- The Skanner officially endorsed the measure, stating, “Of all ballot measures facing voters in Oregon, this might be the most far-reaching. As the so-called War on Drugs has failed to stem their use and has filled our jails and prisons with low-level offenders—all at taxpayer expense—this measure might be the best chance we have to restore some sanity to the system. Legalize it, regulate it like alcohol, and create a new revenue stream for the state. We vote YES.”
- The Portland Mercury wrote, "Naysayers' other main point is that marijuana could make roads less safe. This hasn't happened in Washington or Colorado, as far as anyone can tell. Speaking of those pioneering states, their experience will be crucial. As we've pointed out, the OLCC needs to do its research to avoid some of the pitfalls currently causing problems in Washington. With Measure 91, we've already arrived at a far less onerous tax structure, and the commission will have until 2016 to form up good policy. That's ample time to ensure Oregon carefully comes to its senses about marijuana—at long last."
- Additional support came from a Portland-based firm called ECONorthwest, which studied potential tax revenues of a legalized marijuana industry in the state. The firm found that the first and second years would generate $38.5 million and $78.7 million, respectively.
- According to Ballotpedia, supporters have raised over $7.5 million as of October 25, 2014.
No on Measure 91:
- Opponents of Measure 91 say that there is no "legitimate" way to regulate amounts of marijuana, as the bill does not put limits on numbers of growers or store locations permitted. Opponents also say there are no regulations on the manufacture and advertising of marijuana edibles, including no THC-potency testing mandates, no packaging and labeling requirements, and no restrictions on marketing and advertising of edibles, which they say could be appealing to kids. Opponents also note there are no established driving rules for marijuana impairment.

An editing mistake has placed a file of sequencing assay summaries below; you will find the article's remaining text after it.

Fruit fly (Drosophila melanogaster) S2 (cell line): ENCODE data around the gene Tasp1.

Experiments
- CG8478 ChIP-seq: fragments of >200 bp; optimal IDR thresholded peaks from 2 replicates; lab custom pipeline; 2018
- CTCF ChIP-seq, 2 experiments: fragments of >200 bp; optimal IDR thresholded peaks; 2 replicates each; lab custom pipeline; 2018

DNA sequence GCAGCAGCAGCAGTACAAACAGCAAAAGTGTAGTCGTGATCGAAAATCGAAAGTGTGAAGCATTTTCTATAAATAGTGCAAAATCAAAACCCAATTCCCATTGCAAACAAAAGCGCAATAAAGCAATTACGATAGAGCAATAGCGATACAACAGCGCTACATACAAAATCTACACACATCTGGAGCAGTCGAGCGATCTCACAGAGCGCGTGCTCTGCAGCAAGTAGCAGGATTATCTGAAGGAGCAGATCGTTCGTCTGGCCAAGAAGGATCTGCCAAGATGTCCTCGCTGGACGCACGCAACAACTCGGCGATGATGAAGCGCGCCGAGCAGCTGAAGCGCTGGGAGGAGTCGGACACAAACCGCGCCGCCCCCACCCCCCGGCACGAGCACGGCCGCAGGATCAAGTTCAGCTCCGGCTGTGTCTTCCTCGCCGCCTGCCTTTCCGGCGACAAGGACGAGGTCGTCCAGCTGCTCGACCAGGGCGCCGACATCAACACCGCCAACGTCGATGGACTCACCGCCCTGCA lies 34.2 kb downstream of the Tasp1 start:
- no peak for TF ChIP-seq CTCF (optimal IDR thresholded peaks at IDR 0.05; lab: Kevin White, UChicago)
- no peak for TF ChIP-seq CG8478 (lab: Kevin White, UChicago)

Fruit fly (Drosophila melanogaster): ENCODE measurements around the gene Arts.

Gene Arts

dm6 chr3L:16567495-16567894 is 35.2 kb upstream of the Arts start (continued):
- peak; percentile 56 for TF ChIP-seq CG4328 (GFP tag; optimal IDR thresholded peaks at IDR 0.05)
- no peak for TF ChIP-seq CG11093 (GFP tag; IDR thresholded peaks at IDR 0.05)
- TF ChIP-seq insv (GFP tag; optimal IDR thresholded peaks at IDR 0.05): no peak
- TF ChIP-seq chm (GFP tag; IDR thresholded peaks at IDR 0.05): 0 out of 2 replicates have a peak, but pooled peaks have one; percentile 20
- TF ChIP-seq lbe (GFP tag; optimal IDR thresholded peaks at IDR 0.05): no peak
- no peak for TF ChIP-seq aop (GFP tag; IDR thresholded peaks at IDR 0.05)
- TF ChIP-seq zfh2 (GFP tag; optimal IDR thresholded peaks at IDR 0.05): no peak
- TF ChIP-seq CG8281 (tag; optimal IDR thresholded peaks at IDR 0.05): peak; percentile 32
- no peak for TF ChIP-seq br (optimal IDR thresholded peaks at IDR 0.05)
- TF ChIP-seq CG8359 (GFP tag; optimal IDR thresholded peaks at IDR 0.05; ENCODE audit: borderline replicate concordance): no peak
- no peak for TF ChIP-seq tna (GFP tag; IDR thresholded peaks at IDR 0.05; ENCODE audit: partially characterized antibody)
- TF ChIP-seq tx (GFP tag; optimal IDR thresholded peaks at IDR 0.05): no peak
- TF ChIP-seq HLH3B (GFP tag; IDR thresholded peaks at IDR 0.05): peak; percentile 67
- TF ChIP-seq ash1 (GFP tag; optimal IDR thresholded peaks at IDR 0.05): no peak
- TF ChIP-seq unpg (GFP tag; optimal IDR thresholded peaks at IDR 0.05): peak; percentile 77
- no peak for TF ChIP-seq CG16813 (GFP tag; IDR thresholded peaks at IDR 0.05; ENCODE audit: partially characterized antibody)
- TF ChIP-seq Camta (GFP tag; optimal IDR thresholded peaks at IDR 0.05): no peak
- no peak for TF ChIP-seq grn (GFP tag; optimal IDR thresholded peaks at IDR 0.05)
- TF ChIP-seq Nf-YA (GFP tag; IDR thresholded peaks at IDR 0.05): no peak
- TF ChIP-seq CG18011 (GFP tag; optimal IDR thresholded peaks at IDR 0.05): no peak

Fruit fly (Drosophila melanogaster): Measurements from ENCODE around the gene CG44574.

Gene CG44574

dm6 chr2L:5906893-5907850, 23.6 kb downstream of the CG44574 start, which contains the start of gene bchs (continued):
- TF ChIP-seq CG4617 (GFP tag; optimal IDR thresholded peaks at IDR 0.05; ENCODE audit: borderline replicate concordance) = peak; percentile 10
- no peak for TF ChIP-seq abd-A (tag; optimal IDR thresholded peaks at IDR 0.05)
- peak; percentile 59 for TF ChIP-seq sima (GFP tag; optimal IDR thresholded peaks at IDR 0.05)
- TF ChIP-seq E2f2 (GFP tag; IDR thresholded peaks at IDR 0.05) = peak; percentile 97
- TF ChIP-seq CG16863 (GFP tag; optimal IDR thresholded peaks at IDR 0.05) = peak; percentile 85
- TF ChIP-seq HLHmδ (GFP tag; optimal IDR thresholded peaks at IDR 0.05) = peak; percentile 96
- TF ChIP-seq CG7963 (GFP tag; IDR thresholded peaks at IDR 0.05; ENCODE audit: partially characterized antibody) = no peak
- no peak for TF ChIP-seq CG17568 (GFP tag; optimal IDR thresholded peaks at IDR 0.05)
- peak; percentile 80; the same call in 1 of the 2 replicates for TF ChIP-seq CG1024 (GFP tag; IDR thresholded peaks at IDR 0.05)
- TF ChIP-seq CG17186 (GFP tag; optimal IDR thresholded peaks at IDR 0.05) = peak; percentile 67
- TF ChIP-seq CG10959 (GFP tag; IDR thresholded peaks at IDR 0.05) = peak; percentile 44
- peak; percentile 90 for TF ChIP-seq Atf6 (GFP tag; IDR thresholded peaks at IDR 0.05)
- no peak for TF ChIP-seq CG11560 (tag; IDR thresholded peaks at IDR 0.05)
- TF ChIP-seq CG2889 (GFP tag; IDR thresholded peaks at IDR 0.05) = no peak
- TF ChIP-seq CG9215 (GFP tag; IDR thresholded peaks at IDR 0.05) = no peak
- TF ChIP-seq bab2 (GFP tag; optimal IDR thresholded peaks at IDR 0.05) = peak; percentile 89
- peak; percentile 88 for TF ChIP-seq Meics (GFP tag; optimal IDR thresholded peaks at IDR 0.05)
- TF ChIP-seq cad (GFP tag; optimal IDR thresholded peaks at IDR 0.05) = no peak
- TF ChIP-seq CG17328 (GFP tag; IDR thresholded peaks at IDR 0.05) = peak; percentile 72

- Opponents of Measure 91 include Judge Gary Thompson; Judge Tom Kohl; Rep. John Huffman (R-59); Rep. Gene Whisnant (R-53); Sen. Tim Knopp (R-27); former U.S. attorney Dwight Holton; District Attorneys Josh Maquis, Daina Vitolins, and Eric Nisley; Sherrifs Jason Myers, Pat Garrett, Jim Adkins, and Tom Bergin; the Oregon Pediatric Society; the American Academy of Pediatrics; the American Academy of Child & Adolescent Psychiatry; the American Medical Association; the American Society of Addiction Medicine; the Oregon Republican Party; Restore America; Parents Opposed to Pot; the Oregon State District Attorney’s Association and Sheriff’s Association; the Oregon Narcotics Enforcement Association; and the Oregon Catholic Conference.
- As of October 17, No on 91 was the only group officially opposing the measure; that group had raised $168,532 according to Ballotpedia.
|10/26/2014 - 10/27/2014||KGW/The Oregonian||44%||46%||7%|
|10/08/2014 - 10/11/2014||DHM Research||52%||41%||7%|
|09/22/2014 - 09/24/2014||Survey USA||44%||40%||16%|
|06/05/2014 - 06/09/2014||Survey USA
WASHINGTON, D.C.: Marijuana Legalization Initiative - Measure 71